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Africa Geographic Travel

Original source: Running Wild

I have just spent a very privileged weekend in the back of beyond, enjoying time playing in the foothills of yet another unique Cape mountain range not too far from the concrete jungle.

‘Home’ was a little two-roomed cottage tucked away, up a dusty road, through a creaking farm gate or three.

Our playground? Beautiful rolling Fynbos and Renosterveld-clad mountains that go on forever. Big wide coffee skies with star sprinkles cradling a massive moon – her deep craters brought alive by a long so-close-you-can-touch-the-surface camera lens.

We sat on the stoep in the evenings and took it all in. The stillness and the intoxication of being in a place where you cannot hear (or smell) a single ounce of homo-sapien-ness…

Every inch of me craves this kind of silence.

I breathe it in and hold it there, eyes closed….trying to capture it, to mentally bottle it and sip on it when next I find myself in a thrumming, sense-sapping mall, or having to endure the shrieking neighbor-hood kids and barking dogs…

And then the night-jar pipes up with her ‘Good-Lord-Deliver-Us’ and her mate calls back further down the valley and they continue with their heart-wrenching sing-song, until you see and hear a flutter of white and their calls echo further up the kloof. And then they’re gone.

And then the bats start their rustle, shuffle and twitter in the reed ceiling above and then they flit about in a very ordered frenzy, and we feel them rush over our heads and past our faces – almost touching, nanometers away from our noses.
We see a fleeting, perfect silhouette of one against the light – big, beautiful, template-perfect bat wings.

One evening I scan the pinky-orange-tinged mountain with my binoculars as the sun sinks away (reluctantly almost). I am hungry for a blurr of spots, the flick of a dark tipped tail, the whisper of a feline presence. The optimist in me believes that if I scan the mountainside for long enough, I will see a leopard in these mountains.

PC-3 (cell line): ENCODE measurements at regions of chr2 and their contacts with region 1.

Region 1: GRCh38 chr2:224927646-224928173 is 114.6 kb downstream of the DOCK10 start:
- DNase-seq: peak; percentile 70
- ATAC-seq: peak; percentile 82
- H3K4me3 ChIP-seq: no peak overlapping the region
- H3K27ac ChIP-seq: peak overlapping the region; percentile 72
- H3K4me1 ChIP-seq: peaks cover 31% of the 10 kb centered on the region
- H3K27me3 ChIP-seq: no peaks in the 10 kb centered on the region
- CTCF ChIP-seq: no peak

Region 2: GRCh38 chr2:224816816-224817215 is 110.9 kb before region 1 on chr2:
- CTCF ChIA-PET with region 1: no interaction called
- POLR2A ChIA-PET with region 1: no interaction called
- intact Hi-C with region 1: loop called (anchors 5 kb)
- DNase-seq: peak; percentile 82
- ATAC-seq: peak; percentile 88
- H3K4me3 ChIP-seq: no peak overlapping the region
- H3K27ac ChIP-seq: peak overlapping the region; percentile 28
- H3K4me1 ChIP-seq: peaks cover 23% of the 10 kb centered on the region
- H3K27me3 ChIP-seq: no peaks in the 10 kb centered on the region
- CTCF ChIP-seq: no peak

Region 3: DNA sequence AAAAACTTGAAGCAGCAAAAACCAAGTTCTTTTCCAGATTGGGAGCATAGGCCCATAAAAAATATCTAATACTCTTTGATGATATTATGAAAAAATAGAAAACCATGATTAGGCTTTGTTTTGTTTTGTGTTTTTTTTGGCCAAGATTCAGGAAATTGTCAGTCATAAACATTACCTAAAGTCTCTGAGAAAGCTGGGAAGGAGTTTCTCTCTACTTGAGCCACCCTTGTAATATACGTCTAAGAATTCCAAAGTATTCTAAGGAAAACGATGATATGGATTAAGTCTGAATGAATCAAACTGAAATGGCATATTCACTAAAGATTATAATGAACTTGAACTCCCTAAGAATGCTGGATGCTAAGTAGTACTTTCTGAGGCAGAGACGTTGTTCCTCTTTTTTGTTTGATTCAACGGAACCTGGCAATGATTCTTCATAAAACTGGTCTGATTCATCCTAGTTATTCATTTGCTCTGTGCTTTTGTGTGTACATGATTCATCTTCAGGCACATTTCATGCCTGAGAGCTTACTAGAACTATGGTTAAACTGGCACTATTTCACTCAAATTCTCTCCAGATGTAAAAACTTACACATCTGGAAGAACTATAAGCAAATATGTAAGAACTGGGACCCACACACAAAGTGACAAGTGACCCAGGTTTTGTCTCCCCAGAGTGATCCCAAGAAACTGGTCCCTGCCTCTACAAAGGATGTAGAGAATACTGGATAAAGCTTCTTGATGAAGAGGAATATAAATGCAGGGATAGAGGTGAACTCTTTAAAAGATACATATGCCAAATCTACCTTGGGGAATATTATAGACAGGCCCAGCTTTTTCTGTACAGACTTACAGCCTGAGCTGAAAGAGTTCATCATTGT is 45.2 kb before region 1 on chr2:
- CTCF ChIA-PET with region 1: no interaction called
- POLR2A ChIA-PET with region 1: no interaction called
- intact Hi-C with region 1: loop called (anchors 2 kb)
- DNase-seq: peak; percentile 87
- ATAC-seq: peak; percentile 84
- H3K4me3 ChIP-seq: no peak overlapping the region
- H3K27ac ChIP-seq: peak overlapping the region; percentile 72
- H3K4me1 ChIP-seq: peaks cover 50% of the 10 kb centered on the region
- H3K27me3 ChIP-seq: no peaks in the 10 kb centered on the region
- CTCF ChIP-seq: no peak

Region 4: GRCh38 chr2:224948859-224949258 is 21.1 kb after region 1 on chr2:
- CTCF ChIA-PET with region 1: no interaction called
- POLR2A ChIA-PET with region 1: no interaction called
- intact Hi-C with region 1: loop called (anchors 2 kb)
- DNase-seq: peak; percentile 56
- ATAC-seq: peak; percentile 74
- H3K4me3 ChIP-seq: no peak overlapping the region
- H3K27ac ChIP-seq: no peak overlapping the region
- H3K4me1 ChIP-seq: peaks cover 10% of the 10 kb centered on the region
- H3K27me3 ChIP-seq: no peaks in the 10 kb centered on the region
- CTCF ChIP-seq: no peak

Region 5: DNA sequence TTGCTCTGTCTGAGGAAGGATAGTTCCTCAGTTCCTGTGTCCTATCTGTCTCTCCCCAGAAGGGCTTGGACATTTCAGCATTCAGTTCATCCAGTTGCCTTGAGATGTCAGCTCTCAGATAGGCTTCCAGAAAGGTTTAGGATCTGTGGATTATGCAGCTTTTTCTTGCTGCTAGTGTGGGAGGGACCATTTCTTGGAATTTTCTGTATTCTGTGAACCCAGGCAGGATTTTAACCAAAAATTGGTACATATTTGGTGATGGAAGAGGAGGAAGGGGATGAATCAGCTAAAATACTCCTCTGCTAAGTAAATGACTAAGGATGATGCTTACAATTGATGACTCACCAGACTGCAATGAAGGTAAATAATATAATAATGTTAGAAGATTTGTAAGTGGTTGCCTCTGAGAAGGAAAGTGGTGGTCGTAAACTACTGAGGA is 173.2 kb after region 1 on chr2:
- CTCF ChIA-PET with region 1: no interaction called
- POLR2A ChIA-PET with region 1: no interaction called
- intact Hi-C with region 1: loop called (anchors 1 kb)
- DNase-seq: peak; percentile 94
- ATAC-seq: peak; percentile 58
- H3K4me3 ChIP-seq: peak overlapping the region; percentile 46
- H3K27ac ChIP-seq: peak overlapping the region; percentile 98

These are leopard friendly farmers after all.

We don’t see leopard, but we see a big old creaking giant of a leopard tortoise – quite possibly a septuagenarian.
I come across him grazing in the road as I cycle quietly up to him. He grazes so loudly I almost hear him before I see him! He stops, munches a little more with his beaky mouth, casts a lazy look at me and lumbers off, his massive, ancient, knobbly, distorted legs hauling his humpy-lump cargo – back into the bush.
What stories he could tell!

We hike in the foothills one morning… Destination: Waterfall.

Once out of the shaded poplar and oak groves, we hit the sudden intensity and heat of the mountain and begin our ascent…..
The air is heat heavy and deliciously aromatic. The grass is crisp and the ground thirsty and crackled. Thick papery leaves curl and shuffle in the wind, making one glance hastily sideways as you pass – always on the alert for sun-seeking serpents.

The red aloes are bountiful – all over the mountain, with their inward-curling apologetic leaves. Delicate pink and green-fringed succulents tough it out with all manner of other glorious plump painted fat plants with spots, dots and splashes and exquisite symmetry.
Tough customers these… they can take all the heat, drought and wind thrown at them. Yet still be so flawless and beautiful.